Spinning our Wheels

Spinning our Wheels is a commuting blog about the challenges of getting around Atlanta by car, bus, MARTA, bicycles and on foot written by transportation reporter David Wickert

Metro Atlanta transit funding: MARTA's proposed solution

As The Atlanta Journal-Constitution has reported, the General Assembly will consider increasing state funding for mass transit this year.  And some lawmakers want to reshape the oversight of transit service in metro Atlanta.

Currently, a slew of local agencies provides transit service, including MARTA, Gwinnett County Transit, CobbLinc and the Georgia Regional Transportation Authority. The idea is to create a regional board to consolidate transit funding and planning.

But lawmakers are still hashing out the details, which raise sensitive political questions. How large should the region be? Who would serve on the board? Who gets to decide how the money is spent in any given county or city?

MARTA Board Chairman Robbie Ashe has a solution he says would sidestep those thorny questions.

Ashe told The Atlanta Journal-Constitution the state should take on a grant-making role and leave planning and governance to the existing local agencies.

Like the Federal Transit Administration, Ashe said the state could shape the region’s transit service by adopting criteria that local agencies would have to meet to quality for competitive grants. Such criteria could include the cost per mile of projects, how many people they serve per mile, and how they meet state or regional economic development goals.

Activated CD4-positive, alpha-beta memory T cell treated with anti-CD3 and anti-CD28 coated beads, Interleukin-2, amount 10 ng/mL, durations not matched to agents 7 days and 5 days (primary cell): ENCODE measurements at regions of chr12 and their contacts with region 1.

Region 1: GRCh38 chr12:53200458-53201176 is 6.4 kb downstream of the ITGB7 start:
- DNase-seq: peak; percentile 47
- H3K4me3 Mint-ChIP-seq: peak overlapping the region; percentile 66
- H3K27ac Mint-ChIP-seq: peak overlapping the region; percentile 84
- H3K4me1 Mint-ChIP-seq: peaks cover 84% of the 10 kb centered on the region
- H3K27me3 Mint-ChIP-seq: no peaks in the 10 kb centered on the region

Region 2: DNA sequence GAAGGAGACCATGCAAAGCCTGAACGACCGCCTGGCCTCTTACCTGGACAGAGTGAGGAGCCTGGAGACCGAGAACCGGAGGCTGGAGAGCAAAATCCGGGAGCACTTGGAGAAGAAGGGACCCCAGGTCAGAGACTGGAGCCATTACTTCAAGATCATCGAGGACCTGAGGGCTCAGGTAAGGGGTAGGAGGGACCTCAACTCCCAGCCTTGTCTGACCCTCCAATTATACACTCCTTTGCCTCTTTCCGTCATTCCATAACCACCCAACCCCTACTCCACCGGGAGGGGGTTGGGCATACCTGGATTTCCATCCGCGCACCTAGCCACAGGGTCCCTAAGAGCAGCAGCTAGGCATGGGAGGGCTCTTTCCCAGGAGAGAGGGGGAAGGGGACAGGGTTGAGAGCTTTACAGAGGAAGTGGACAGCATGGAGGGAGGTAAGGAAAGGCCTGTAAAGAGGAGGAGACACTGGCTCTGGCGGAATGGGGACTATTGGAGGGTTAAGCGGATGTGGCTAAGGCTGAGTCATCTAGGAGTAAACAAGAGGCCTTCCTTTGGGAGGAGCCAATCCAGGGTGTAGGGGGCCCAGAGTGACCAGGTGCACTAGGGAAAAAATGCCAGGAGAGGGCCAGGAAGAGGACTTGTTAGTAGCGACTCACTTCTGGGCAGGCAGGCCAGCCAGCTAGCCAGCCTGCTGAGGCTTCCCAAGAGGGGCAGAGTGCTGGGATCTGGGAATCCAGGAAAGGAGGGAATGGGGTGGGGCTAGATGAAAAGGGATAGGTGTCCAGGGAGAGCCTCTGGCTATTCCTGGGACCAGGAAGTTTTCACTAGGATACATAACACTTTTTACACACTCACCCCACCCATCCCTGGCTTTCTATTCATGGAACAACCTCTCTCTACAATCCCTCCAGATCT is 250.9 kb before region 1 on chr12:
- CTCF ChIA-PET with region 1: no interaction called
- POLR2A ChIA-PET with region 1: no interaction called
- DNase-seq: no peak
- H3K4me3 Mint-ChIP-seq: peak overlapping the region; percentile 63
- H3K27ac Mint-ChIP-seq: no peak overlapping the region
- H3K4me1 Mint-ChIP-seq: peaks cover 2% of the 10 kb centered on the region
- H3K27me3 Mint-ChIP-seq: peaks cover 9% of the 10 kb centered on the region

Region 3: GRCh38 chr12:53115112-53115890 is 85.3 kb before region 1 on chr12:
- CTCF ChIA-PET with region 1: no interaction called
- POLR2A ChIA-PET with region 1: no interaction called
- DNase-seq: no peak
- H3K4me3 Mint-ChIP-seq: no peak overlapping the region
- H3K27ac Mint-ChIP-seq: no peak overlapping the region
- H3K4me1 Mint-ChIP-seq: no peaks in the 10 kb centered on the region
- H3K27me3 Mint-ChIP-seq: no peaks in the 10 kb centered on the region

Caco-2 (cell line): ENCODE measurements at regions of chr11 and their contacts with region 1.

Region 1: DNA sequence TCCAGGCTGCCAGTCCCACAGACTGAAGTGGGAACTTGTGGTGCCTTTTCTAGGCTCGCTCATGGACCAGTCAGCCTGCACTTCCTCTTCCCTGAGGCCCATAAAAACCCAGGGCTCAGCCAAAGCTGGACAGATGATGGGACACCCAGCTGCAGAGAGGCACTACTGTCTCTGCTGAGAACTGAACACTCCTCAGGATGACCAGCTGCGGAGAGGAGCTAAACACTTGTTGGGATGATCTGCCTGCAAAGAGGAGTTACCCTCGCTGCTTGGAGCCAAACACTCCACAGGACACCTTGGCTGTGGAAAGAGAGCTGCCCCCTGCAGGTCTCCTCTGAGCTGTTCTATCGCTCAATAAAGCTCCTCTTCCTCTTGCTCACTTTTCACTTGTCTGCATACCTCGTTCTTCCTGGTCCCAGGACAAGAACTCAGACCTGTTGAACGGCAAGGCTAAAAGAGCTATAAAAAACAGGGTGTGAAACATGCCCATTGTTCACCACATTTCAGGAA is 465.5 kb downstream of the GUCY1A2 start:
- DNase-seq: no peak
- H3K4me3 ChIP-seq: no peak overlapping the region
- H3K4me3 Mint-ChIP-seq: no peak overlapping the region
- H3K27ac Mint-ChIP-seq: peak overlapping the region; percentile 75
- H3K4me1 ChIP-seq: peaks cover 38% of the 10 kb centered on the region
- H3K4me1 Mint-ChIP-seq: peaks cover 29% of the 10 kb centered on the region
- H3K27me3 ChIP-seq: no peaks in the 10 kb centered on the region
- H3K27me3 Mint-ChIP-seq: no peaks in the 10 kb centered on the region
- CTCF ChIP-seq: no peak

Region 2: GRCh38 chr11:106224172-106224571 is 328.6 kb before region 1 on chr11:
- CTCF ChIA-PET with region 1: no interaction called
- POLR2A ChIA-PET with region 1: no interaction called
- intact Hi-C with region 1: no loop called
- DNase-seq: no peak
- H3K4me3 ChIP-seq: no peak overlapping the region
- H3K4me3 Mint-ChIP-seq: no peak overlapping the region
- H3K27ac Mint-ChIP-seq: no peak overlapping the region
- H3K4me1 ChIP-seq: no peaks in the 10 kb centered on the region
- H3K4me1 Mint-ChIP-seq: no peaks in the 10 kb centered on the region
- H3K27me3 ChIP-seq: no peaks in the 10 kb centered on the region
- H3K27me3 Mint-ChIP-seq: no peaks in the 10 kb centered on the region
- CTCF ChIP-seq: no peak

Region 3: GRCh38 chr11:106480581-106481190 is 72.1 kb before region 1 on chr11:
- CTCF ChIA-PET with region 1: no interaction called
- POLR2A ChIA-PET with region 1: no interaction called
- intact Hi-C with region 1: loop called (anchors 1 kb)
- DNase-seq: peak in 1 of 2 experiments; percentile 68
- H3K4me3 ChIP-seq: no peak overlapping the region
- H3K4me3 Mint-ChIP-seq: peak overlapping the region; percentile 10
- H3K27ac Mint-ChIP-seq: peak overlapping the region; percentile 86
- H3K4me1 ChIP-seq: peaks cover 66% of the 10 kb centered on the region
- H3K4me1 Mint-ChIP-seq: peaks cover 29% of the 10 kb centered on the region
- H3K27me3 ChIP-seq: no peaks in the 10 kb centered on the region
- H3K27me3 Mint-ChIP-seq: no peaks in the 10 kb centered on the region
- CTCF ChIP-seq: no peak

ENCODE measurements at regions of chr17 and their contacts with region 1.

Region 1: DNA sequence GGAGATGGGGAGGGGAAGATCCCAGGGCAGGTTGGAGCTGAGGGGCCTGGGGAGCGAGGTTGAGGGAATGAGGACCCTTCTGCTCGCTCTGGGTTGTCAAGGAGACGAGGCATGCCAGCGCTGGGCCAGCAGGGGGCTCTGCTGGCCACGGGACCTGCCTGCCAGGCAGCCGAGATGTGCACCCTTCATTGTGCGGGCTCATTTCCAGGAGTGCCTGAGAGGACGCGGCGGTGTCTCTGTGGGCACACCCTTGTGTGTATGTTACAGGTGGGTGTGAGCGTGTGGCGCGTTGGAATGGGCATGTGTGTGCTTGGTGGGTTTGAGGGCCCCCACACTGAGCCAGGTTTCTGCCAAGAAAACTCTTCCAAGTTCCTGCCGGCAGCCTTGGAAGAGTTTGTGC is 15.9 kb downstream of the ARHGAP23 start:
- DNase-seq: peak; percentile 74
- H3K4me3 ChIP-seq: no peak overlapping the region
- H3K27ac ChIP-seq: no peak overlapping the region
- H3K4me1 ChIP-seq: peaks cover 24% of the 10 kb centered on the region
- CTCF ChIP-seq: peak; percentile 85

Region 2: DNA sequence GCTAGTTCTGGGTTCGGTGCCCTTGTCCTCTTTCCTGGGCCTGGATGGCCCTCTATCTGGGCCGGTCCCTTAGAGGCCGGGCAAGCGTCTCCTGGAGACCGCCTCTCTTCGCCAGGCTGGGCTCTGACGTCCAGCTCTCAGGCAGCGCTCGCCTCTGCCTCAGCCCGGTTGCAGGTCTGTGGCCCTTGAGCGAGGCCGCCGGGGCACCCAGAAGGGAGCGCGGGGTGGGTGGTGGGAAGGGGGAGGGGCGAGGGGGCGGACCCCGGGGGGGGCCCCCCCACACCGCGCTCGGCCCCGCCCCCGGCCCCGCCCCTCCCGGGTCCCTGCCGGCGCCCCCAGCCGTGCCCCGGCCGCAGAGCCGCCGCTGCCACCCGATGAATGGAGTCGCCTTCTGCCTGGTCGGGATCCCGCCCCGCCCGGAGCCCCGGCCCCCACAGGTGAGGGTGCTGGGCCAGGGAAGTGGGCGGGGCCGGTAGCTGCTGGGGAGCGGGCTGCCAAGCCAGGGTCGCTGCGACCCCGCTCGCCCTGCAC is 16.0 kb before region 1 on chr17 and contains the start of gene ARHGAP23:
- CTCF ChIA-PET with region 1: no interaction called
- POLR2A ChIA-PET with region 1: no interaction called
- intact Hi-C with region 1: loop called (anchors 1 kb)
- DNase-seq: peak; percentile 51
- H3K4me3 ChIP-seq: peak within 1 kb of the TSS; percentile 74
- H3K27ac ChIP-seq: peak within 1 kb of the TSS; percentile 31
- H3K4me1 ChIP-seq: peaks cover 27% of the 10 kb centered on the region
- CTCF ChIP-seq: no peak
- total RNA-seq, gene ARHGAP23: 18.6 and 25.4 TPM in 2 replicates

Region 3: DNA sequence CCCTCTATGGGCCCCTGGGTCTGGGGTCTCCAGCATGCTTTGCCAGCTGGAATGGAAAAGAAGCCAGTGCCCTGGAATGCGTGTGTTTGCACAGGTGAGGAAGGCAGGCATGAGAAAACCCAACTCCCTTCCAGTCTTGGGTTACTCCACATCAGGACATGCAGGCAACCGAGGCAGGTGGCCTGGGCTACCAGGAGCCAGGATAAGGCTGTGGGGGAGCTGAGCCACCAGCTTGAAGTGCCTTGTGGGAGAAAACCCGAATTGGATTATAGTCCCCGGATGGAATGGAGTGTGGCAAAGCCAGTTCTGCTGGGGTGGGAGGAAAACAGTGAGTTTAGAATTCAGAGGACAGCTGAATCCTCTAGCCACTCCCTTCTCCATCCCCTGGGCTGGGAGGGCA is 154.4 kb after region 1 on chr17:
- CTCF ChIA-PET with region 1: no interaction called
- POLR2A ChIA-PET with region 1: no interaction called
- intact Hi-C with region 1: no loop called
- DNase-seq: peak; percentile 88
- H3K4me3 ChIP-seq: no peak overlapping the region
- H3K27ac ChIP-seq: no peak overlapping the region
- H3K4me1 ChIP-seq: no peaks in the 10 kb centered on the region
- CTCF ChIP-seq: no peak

The beauty of the solution, Ashe says, is it gives the state control over how its money is spent without requiring it to get involved in detailed decisions best left to local transit providers – like where to put bus stops or other operational decisions.

“I don’t think anyone argues with the basic proposition that if you put money into transit you should have a voice in how that money is being spent,” Ashe said. “The neatness of that solution is they can have a hundred percent control over a hundred percent of their dollars.”

In fact, Georgia took just such an approach when it divvied up $75 million in grants for transit capital projects in 2016.

That approach may not satisfy some lawmakers. They want to increase the efficiency of the region’s transit system by consolidating at least some of the functions currently carried out by the local transit agencies. They could use state funding as a carrot to entice systems to give up some of their local control.

State Rep. Kevin Tanner, R-Dawsonville, chairman of the House Transportation Committee, says he’ll unveil a proposal by the end of January. Sen. Brandon Beach, R-Alpharetta, chairman of the Senate Transportation Committee, also is working on a Senate plan.

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